Purchase this article with an account.
Philip Ko, Adriane Seiffert; Surface features facilitate target recovery after a momentary disappearance during multiple object tracking. Journal of Vision 2009;9(8):244. doi: 10.1167/9.8.244.
Download citation file:
© ARVO (1962-2015); The Authors (2016-present)
When multiple-object tracking, participants attend to several, identical targets moving among distractors. If all objects disappear for a moment, participants are poor at recovering targets when all the objects continue to move during the blank (Keane & Pylyshyn, 2006). This result revealed a difficulty in making a correspondence between different locations of a target before and after a blank, based on motion information. We asked whether a surface feature, namely color, would facilitate target recovery because color is another cue to object correspondence. In addition, we investigated whether such facilitation was more effective when objects moved during the blank compared to when objects paused during the blank. Participants tracked 3 out of 9 colored dots for 6 seconds. Each target dot shared color with two distractors, but did not share color with the other targets. At a random point during tracking, all the dots disappeared and either continued moving or paused while out of view for 350 milliseconds. When the dots reappeared, the target dots either retained their original colors or swapped colors. All dots continued moving until the end of the trial, at which point, all dots stopped moving and turned white. Participants, then, attempted to select the three targets. The results showed impaired tracking when dots moved during the blank (53% correct) compared when they did not (80%), F(1,9) = 59.9, p [[lt]]0.001. However, tracking performance improved when the targets retained their colors upon reappearing (73%) compared to when they swapped colors (60%), F(1,9) = 17.4, p [[lt]]0.01. This benefit was similar whether the dots moved or paused during their disappearance (interaction, F(1,9) [[lt]]1). These results indicate that consistent surface features benefit object correspondence that is based on either position or motion information. Object color helps us continue tracking multiple objects after a momentary disappearance.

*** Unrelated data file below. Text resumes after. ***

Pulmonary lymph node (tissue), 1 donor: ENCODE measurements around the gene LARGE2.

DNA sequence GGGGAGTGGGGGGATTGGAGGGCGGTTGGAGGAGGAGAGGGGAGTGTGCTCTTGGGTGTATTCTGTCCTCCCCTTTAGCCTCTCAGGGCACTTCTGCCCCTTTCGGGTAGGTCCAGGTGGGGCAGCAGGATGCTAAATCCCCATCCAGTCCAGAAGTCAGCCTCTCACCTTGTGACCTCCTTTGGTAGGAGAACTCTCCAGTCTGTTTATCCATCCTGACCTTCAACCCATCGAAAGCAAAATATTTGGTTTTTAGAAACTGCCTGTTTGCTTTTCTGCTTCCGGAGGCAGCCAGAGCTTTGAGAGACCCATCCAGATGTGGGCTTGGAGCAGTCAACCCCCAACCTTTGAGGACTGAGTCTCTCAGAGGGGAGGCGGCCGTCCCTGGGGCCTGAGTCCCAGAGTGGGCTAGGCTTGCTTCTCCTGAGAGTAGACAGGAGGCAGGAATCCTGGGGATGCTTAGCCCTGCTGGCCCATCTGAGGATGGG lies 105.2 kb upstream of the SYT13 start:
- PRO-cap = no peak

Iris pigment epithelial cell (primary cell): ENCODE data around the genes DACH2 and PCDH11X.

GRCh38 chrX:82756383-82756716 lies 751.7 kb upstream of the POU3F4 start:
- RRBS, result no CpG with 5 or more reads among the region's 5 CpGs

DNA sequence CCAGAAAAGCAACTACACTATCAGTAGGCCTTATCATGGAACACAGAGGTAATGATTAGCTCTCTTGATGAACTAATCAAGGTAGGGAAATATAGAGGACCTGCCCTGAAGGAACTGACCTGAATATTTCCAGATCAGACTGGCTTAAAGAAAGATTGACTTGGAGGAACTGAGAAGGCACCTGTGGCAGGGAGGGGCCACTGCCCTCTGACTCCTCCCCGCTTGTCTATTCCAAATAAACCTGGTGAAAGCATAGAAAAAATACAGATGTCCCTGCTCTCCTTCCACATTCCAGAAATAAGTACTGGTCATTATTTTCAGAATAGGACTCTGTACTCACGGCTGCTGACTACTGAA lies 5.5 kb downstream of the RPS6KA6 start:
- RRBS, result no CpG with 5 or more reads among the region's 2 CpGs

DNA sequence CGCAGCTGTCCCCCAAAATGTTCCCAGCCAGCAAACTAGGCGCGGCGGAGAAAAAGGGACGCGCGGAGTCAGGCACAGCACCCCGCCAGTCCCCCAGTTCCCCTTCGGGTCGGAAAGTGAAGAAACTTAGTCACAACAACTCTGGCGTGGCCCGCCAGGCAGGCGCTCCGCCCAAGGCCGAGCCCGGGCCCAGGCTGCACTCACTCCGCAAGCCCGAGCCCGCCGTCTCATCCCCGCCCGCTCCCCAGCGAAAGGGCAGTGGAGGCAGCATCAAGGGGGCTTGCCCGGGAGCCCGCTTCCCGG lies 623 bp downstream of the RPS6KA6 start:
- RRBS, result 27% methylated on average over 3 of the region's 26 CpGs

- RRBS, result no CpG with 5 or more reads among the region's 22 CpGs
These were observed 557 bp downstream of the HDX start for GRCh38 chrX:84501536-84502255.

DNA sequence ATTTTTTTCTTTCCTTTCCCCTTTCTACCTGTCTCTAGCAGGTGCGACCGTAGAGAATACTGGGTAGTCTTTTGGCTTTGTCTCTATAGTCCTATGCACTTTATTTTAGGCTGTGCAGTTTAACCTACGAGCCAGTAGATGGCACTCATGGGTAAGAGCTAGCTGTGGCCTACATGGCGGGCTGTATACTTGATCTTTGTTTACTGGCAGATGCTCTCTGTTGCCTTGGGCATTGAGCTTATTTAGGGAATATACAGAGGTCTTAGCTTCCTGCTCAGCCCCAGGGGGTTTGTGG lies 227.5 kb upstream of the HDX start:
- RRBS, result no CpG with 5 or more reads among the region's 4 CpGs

This PDF is available to Subscribers Only